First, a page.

Message: 5 Date: Tue, 04 May 2004 23:31:59 -0400 From: Richard Gagnon Subject: Rodney King > *It would appear that Mr. Kooper refers here to the infamous > Rodney King. Erm...I think it was Rodney King's *beating* that's infamous, not Mr King himself. I think he's had it rough enough! Richard -------------------[ archived by Spectropop ]-------------------
Message: 6 Date: Thu, 06 May 2004 21:16:43 -0000 From: monophonius Subject: Re: that mellow saxophone Phil Hall wrote: > Does anyone know who played the saxophone solo on "The > Trouble With Boys" by Little Eva? That solo is sooooooooo > Brill Building. Most likely it was Artie Kaplan. -------------------[ archived by Spectropop ]-------------------
Message: 7 Date: Fri, 07 May 2004 01:02:40 EDT From: Al Kooper Subject: Re: saxophone solo Phil Hall: > Does anyone know who played the saxophone solo on "The Trouble With > Boys" by Little Eva? That solo is sooooooooo Brill Building. My best guess would be Artie Kaplan His job position was sax player for Aldon Music. I'm betting the Little Eva track was originally a demo and Artie played on all demos. Al Kooper -------------------[ archived by Spectropop ]-------------------
Message: 8 Date: Fri, 07 May 2004 01:33:49 -0000 From: monophonius Subject: Arrangers On Spector Atlantic Tracks I have the CD of 12 Atlantic Tracks Produced by Phil Spector. Do any of you in this Group who were working professionally in the early 1960s in the New York studios have any insights into who the arrangers were on these tracks. The only one I have nailed down for sure is Teddy Randazzo who is listed as arranger for "Twist And Shout" by the Top Notes. At that time in his career (1960-61) Spector was using Robert Mersey, Alan Lorber and Arnold Goland as his main NYC arrangers. He used Hank Levine during that period, too, but at Gold Star in LA. But, I would like to know the specific arranger on each track of this CD. IMHO, this is a very good CD compilation. The music is soulful, laid-back, and reveals Spector's r&b leanings. I've heard that some of these tracks were Jerry Wexler co-productions, and that would explain the r&b feel. My personal faves on the CD are "Dear One" by Billy Storm, the Fred Parris song from his pre-Five Satins group, the Scarlets. "Hearts Of Stone" by the Top Notes, a Ray Charles sound-a-like, and "Tired Of Trying" by Jean Du Shon, with a Bo Diddley beat. -------------------[ archived by Spectropop ]-------------------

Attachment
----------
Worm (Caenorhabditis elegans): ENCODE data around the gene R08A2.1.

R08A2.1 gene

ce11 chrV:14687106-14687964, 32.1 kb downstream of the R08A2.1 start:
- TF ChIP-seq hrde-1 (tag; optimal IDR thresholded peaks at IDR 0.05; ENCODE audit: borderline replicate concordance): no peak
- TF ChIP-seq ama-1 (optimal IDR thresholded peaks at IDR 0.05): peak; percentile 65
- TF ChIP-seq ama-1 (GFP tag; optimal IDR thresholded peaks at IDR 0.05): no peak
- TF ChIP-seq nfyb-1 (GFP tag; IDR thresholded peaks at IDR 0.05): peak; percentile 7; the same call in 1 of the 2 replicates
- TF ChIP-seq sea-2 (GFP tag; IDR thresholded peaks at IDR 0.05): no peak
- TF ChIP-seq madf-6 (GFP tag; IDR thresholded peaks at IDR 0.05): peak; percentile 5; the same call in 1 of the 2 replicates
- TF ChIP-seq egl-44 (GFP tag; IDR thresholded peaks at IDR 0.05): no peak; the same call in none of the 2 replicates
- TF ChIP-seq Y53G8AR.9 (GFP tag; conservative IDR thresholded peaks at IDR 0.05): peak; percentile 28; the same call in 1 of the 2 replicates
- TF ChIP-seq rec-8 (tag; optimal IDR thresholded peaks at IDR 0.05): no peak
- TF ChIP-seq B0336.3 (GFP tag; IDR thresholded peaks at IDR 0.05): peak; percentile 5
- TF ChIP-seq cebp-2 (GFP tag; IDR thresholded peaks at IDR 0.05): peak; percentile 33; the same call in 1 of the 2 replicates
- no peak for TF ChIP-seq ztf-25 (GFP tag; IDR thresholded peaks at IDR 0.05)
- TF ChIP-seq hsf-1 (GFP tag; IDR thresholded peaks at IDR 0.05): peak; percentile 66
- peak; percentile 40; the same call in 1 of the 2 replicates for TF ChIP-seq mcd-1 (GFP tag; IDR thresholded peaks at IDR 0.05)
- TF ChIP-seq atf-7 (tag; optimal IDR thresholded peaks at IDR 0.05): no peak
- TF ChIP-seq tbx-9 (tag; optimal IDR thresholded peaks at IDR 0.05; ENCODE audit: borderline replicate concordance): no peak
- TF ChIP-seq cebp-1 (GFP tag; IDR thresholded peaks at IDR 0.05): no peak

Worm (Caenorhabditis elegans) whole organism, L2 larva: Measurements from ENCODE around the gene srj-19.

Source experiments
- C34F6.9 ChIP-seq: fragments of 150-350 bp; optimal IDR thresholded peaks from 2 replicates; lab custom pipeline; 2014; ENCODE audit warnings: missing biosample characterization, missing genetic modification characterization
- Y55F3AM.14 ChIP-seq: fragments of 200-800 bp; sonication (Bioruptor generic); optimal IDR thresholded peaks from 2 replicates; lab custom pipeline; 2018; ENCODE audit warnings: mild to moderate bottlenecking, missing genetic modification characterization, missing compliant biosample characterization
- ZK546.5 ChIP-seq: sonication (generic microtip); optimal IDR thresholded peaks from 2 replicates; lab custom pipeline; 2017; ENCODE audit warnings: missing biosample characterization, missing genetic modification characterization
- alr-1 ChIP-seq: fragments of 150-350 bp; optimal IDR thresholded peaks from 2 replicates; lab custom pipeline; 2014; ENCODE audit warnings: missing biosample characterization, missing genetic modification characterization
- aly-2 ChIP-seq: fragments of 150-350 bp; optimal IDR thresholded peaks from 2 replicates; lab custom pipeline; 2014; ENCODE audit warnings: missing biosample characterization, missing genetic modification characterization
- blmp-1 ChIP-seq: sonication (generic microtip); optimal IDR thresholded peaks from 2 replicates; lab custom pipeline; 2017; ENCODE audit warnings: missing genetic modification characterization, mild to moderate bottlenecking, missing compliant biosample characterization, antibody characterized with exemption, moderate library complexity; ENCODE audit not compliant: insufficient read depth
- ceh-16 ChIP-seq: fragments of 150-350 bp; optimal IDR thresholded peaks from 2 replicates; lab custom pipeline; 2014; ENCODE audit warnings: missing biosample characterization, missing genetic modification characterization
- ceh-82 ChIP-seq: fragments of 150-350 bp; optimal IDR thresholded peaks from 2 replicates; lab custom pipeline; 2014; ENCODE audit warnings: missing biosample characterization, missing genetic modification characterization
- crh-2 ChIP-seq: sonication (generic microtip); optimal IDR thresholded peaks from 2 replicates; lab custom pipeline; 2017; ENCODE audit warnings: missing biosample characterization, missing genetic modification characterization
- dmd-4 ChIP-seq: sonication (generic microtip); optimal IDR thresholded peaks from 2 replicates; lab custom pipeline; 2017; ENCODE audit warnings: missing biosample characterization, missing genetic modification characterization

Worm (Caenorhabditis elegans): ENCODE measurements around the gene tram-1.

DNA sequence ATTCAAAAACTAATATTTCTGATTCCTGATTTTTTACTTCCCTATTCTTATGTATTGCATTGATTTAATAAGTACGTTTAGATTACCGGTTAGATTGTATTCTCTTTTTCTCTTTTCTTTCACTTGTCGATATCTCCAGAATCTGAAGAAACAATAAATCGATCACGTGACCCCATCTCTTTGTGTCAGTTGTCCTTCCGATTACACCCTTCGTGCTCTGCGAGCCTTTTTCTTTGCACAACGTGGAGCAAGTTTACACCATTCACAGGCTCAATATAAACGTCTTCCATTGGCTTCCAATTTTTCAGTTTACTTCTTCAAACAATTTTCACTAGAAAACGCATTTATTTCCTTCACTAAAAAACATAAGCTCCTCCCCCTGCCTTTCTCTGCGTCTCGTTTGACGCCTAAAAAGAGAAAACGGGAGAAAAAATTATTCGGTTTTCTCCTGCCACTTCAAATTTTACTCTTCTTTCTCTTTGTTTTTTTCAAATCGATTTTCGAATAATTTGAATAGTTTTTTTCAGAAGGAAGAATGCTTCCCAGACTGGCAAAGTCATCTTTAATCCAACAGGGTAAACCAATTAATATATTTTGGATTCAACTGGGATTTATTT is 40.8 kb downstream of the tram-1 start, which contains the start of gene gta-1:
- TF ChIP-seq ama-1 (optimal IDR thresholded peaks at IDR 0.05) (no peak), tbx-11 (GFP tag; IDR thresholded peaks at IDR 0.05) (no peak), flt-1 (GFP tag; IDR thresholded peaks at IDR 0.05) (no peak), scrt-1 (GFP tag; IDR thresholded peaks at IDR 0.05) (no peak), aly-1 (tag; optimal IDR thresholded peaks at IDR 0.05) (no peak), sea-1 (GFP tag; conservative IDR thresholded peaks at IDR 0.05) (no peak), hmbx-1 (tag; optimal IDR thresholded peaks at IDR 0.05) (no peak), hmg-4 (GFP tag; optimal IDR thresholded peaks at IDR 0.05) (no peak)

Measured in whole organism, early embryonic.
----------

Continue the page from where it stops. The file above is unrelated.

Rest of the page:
Message: 9 Date: Wed, 05 May 2004 23:02:50 -0000 From: Brent Cash Subject: Spurrlows / Ritchie Cordell Hello all, Brent here, this is my first post. Pretty intimidating with all the luminaries present! Anyway,does anyone know if Sunrise Highway by the Spurrlows have ever been comped? I heard it on Billy's excellent Live 365 station and it is impossible to find the 45. I have the P. Anders version and I believe Bobby Vee cut it, too. I think the Love Generation song is a different song and I know the Trout(on MGM)is a different one. This song is how I stumbled upon Spectropop BTW. I did a search, yielded only 4-5 results. Someone apparently played it to musica a while back. Re: the recently departed Ritchie Cordell, I've always been knocked out by Tommy James/Shondells' Out Of The Blue. Anyone else like that one? Am I wrong or would that song have been suited well in '63 by a great girl group or even later by Lesley Gore around '66/'67 Bob Crewe - Treat Me Like A Lady era? Thanks for all the incredible info from everyone. Brent Cash (Schlagers is good,The Big Ball is better...) -------------------[ archived by Spectropop ]-------------------
Message: 10 Date: Fri, 07 May 2004 01:51:07 -0000 From: Art Longmire Subject: Re: Al Gorgoni Dave Feldman wrote: > I had the opportunity to speak to guitarist-producer Al Gorgoni > and he was kind enough to answer some of the questions posed by > Spectropoppers over the past year or so. Al is frank enough to > admit that he doesn't remember many of the dates he recorded on. Hello Dave, I originally posted the query on "Elevators, Escalators" - thanks for checking with Al on that. I agree with you whole heartedly about Al being a great talent. I also have his Just Us LP with Chip Taylor. Art Longmire -------------------[ archived by Spectropop ]-------------------
Message: 11 Date: Thu, 06 May 2004 21:10:23 -0700 From: Gary Myers Subject: Re: Four Freshmen Mike McKay: >... if it weren't for the Four Freshmen, none of us would > be going on about Brian Wilson, would we? ... Did you ever hear any of the stuff that the 4 Freshmen did on Liberty in the late 60's? LP's included "Memphis", "Everyday People", "It's Not Unusual", "Will You Love Me Tomorrow", etc. One LP was arranged by Mike Melvoin, IIRC. gem -------------------[ archived by Spectropop ]-------------------